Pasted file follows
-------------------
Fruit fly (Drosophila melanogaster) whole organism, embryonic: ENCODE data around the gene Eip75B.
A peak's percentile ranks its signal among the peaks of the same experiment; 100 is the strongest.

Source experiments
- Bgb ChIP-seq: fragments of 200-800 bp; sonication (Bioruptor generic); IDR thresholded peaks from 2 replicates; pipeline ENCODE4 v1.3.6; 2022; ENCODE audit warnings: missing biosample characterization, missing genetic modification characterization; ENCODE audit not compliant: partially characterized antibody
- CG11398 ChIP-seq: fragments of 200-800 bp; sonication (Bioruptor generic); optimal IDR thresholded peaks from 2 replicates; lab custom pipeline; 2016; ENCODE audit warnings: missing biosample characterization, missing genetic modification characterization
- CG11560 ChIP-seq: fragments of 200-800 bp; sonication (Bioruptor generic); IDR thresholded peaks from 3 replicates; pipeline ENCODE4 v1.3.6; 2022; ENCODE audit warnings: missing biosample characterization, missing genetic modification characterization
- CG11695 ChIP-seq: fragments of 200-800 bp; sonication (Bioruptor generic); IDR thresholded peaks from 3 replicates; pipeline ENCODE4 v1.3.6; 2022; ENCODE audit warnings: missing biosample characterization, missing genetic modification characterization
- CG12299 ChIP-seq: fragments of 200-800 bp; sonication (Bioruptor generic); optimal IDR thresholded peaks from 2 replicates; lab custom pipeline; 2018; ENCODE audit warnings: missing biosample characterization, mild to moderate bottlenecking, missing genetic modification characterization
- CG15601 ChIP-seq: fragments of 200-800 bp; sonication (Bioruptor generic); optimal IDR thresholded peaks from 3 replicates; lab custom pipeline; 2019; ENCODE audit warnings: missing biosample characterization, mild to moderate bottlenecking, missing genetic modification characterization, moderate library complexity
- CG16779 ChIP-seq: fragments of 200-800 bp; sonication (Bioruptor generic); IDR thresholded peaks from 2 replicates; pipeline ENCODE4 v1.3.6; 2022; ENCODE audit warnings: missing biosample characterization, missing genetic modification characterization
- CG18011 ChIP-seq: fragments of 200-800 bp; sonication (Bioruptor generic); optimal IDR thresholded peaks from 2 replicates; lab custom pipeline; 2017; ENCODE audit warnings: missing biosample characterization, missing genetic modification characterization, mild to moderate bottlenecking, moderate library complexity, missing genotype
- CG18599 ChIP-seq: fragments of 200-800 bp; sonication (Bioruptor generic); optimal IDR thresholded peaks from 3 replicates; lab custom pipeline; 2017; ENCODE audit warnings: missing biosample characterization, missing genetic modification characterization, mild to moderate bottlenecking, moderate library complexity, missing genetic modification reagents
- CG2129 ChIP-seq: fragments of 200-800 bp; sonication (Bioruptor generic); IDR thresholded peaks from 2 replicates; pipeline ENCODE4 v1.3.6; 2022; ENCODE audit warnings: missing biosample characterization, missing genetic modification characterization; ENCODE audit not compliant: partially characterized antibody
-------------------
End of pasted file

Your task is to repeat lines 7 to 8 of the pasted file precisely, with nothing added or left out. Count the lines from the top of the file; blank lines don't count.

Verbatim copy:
- CG11695 ChIP-seq: fragments of 200-800 bp; sonication (Bioruptor generic); IDR thresholded peaks from 3 replicates; pipeline ENCODE4 v1.3.6; 2022; ENCODE audit warnings: missing biosample characterization, missing genetic modification characterization
- CG12299 ChIP-seq: fragments of 200-800 bp; sonication (Bioruptor generic); optimal IDR thresholded peaks from 2 replicates; lab custom pipeline; 2018; ENCODE audit warnings: missing biosample characterization, mild to moderate bottlenecking, missing genetic modification characterization